I was a vendor at Trailing of the Sheep Festival in Sun Valley, Idaho this past weekend, and what a glorious weekend it was! The festival commemorates the sheep herding life in the region, in particular, bringing the sheep from summer to winter pastures. Here are some highlights.
The fall colors and scenery were spectacular. Here are maple leaves in the town of Ketchum, ID, where the sheep trailing parade was held.
It's wildfire season in western Montana (and most of the western US). We were camping in the Lolo National Forest, near Lolo Pass (fibery aside - hence the name of my Lolo Shawl pattern) last Saturday night and enjoyed being safe and cozy while a thunder storms passed over us. On our way home on Sunday at around 11am, we saw several small fires started by lightning strikes from that storm. Firefighters were already on the scene with helicopters dropping water.
In my last post (The Dyeing Process, Part 1), I showed how I dyed the yarn and fiber and wrapped it for steaming. The photos below show the next steps.
Here is the yarn (brown) and spinning fiber (green) after it has steamed, then left to cool overnight. It is now ready to unwrap and rinse.
Here is a guided tour of how I dye yarn and fiber.
The yarns and fibers are ready to dye. Each has a plastic tie color coded by yarn/fiber base (blue is Lambent). Combed tops are in mesh bags to protect them during soaking. Zane is there because otherwise this might be a kind of boring picture, and since he is my shadow, he is always there.
Just back from a week-long stay in the Centennial Valley, about 25 miles west of West Yellowstone. At about 6000 ft elevation, and surrounded by mountains, it was a great place to spend the recent western heat wave. We stayed at the Elk Lake Resort, our favorite kind of place to stay - comfortable, clean cabins in a lovely remote location, good food and nice helpful hosts.
Charlie took photos and I knit whenever possible. That's me knitting on a plank bridge near the mouth of the Hellroaring Creek.
My weekend as a vendor at the Big Sky Fiber Arts Festival in Hamilton, MT was wonderful! I met so many interesting people who love fiber and color. I loved seeing old friends and meeting new ones. The organizers did a terrific job!
Yesterday, my husband, son and I hiked up to the Lewis and Clark Pass, east of Lincoln, MT, one of the prettiest hikes I know. The wildflowers on this hike were spectacular and promise to be even better in a few weeks. The hike continues along the Continental Divide Trail, where we saw these two pretty flowers (Alpine Forget-me-not and .... can anyone ID this one?).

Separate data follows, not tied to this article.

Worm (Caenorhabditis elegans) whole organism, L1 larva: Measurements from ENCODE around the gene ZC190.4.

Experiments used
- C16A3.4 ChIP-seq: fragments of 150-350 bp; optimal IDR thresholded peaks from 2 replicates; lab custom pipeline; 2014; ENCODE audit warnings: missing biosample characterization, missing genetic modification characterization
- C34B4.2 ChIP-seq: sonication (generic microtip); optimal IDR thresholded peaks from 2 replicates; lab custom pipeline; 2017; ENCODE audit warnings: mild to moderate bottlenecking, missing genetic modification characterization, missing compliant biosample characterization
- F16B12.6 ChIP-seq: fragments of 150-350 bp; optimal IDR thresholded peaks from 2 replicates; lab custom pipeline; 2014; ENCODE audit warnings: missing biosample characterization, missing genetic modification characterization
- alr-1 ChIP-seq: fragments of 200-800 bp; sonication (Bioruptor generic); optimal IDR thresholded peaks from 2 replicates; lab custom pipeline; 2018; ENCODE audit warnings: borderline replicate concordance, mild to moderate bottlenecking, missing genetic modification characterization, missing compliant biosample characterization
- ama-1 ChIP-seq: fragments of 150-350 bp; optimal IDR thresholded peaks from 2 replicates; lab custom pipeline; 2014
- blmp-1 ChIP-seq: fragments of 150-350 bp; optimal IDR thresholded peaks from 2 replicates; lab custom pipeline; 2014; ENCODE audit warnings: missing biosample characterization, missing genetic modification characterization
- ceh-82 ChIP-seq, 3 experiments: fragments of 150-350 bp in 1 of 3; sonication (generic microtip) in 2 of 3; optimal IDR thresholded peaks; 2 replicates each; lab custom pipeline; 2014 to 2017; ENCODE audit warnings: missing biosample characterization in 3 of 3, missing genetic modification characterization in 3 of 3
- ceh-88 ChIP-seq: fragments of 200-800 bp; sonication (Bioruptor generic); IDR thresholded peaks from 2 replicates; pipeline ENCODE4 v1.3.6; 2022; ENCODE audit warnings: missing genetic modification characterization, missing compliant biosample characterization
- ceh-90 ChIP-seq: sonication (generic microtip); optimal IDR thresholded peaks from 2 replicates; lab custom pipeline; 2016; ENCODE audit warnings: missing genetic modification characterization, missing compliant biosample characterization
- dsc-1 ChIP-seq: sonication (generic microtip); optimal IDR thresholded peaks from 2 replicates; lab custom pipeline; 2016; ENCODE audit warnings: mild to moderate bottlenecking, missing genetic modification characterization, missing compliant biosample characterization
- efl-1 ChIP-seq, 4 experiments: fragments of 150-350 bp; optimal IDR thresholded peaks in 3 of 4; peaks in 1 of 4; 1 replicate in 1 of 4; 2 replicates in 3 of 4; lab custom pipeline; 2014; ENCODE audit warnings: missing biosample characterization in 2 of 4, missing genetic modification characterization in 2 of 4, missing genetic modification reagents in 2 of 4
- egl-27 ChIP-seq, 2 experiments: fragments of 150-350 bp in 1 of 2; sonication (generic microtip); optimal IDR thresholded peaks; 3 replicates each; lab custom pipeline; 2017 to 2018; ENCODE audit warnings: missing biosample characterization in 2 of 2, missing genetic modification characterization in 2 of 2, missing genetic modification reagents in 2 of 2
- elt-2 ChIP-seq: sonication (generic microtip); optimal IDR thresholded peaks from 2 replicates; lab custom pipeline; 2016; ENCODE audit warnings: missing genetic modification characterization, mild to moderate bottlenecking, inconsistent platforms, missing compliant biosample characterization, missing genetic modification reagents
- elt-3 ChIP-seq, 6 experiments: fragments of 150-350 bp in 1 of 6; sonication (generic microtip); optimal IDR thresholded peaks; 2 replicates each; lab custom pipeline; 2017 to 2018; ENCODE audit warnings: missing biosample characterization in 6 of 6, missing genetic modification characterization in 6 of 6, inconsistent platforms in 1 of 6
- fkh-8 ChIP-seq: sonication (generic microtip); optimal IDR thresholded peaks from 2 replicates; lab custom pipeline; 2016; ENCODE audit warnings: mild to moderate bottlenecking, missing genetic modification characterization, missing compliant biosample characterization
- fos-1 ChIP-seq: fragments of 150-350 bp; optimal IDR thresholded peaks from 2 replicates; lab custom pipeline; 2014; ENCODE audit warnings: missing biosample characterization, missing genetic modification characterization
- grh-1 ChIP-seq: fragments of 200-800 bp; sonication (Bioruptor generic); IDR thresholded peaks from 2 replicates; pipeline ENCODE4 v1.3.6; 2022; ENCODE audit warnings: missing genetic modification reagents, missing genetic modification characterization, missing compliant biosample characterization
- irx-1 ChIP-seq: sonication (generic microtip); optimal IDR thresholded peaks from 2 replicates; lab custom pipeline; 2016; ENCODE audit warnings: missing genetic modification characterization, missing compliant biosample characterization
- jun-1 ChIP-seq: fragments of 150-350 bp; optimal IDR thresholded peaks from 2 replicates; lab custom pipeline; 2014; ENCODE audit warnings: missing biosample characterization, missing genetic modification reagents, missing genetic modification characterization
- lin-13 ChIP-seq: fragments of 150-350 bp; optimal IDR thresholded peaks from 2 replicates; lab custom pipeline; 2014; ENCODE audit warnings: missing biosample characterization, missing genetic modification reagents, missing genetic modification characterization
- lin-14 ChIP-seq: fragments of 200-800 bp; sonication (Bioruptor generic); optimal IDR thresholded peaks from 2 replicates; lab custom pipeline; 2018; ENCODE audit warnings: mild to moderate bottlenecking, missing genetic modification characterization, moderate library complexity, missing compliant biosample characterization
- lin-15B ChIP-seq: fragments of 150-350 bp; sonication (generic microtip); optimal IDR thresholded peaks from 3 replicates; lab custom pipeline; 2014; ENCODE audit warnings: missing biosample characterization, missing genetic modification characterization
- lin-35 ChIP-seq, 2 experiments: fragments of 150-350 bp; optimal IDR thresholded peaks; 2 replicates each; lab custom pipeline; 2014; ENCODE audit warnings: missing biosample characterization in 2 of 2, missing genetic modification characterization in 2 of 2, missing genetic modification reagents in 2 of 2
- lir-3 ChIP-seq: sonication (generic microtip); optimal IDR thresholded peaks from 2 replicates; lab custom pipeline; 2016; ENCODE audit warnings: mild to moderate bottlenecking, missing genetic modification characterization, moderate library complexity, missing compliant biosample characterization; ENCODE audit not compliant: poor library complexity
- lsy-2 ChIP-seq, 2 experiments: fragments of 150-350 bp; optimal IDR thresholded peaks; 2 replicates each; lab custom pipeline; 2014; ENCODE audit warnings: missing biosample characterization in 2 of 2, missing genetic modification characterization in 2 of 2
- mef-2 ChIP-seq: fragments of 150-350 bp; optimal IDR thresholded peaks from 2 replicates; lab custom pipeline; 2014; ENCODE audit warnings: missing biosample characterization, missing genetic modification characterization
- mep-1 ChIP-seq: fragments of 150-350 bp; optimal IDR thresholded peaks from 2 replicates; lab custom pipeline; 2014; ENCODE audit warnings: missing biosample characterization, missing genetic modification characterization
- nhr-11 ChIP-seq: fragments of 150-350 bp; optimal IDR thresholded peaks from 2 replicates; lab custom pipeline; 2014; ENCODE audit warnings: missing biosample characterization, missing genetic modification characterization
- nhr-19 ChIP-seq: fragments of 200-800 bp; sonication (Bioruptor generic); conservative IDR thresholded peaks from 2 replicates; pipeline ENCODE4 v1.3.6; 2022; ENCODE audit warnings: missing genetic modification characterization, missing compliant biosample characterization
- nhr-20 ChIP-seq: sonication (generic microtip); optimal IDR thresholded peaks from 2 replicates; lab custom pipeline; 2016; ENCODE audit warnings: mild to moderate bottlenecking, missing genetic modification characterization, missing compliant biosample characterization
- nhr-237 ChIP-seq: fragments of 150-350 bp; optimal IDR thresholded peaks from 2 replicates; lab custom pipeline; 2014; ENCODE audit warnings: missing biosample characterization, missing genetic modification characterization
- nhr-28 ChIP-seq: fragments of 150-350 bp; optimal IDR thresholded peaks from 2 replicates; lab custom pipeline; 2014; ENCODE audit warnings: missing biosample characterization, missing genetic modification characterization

My husband, Charlie, and I spent Mothers Day weekend at Glacier National Park. On Mothers Day, we rented bikes and rode up the Going to the Sun Road, past where it is closed for construction and snow clearing, at Avalanche. Charlie cycled with 35+ lb of camera equipment on his back, and was rewarded with 398 photos of harlequin ducks.
I published my first pattern, Lolo Shawl, on Ravelry yesterday, less than 24 hours before writing this blog. To my absolute amazement, it seems to have taken off in Ravery. Eight people have already purchased it and I only know one of those people (thanks Cate!), and it is in the top 10 of the 'Hot Right Now' list on the Ravelry Patterns page. Click on the photo to see the pattern on Ravelry.
I posted my first image of larch leaves starting to bud on April 1 (take a quick peek). Since then, my husband has been taking photos of the same larch branch as the leaves expand (larches are deciduous coniferous trees). These two images were taken at roughly 2 week intervals.
We spent the past weekend in Yellowstone National Park, one of our favorite places. My husband photographs, and I watch for wildlife, drive, and knit while he photographs. Bison were everywhere, but only a few had given birth to their adorable orange babies. We watched this one, her umbilical cord still showing, nurse, toddle after her Mom, and then suddenly scamper at top speed in huge circles around mom. Then she lay down, had a bath, and both she and mom went to sleep.
For this part of April, every facility in the park is closed, except for a few rest rooms (thank goodness!), and there are very few visitors.